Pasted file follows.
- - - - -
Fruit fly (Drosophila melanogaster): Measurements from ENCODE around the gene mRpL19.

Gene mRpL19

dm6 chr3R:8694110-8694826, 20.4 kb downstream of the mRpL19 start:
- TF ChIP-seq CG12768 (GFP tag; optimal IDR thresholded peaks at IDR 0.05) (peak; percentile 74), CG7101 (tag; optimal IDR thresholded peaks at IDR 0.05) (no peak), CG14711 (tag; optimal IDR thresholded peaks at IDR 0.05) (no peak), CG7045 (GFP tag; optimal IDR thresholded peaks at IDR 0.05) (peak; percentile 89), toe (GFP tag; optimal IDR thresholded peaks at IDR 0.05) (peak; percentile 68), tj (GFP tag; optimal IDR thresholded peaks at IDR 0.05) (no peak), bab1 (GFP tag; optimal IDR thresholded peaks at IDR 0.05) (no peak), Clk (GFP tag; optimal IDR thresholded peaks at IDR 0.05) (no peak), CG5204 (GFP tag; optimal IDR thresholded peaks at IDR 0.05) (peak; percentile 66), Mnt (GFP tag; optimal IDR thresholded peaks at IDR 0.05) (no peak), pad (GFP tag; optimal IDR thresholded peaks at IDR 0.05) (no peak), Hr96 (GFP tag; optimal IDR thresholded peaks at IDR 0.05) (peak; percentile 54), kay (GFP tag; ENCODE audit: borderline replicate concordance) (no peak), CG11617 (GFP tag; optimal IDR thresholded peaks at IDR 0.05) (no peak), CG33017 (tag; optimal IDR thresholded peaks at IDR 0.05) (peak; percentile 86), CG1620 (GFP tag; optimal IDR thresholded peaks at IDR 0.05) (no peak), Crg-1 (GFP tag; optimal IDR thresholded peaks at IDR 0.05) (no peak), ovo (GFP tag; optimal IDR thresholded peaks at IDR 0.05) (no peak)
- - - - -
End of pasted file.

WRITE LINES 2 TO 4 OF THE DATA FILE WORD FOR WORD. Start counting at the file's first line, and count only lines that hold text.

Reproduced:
Gene mRpL19

dm6 chr3R:8694110-8694826, 20.4 kb downstream of the mRpL19 start:
- TF ChIP-seq CG12768 (GFP tag; optimal IDR thresholded peaks at IDR 0.05) (peak; percentile 74), CG7101 (tag; optimal IDR thresholded peaks at IDR 0.05) (no peak), CG14711 (tag; optimal IDR thresholded peaks at IDR 0.05) (no peak), CG7045 (GFP tag; optimal IDR thresholded peaks at IDR 0.05) (peak; percentile 89), toe (GFP tag; optimal IDR thresholded peaks at IDR 0.05) (peak; percentile 68), tj (GFP tag; optimal IDR thresholded peaks at IDR 0.05) (no peak), bab1 (GFP tag; optimal IDR thresholded peaks at IDR 0.05) (no peak), Clk (GFP tag; optimal IDR thresholded peaks at IDR 0.05) (no peak), CG5204 (GFP tag; optimal IDR thresholded peaks at IDR 0.05) (peak; percentile 66), Mnt (GFP tag; optimal IDR thresholded peaks at IDR 0.05) (no peak), pad (GFP tag; optimal IDR thresholded peaks at IDR 0.05) (no peak), Hr96 (GFP tag; optimal IDR thresholded peaks at IDR 0.05) (peak; percentile 54), kay (GFP tag; ENCODE audit: borderline replicate concordance) (no peak), CG11617 (GFP tag; optimal IDR thresholded peaks at IDR 0.05) (no peak), CG33017 (tag; optimal IDR thresholded peaks at IDR 0.05) (peak; percentile 86), CG1620 (GFP tag; optimal IDR thresholded peaks at IDR 0.05) (no peak), Crg-1 (GFP tag; optimal IDR thresholded peaks at IDR 0.05) (no peak), ovo (GFP tag; optimal IDR thresholded peaks at IDR 0.05) (no peak)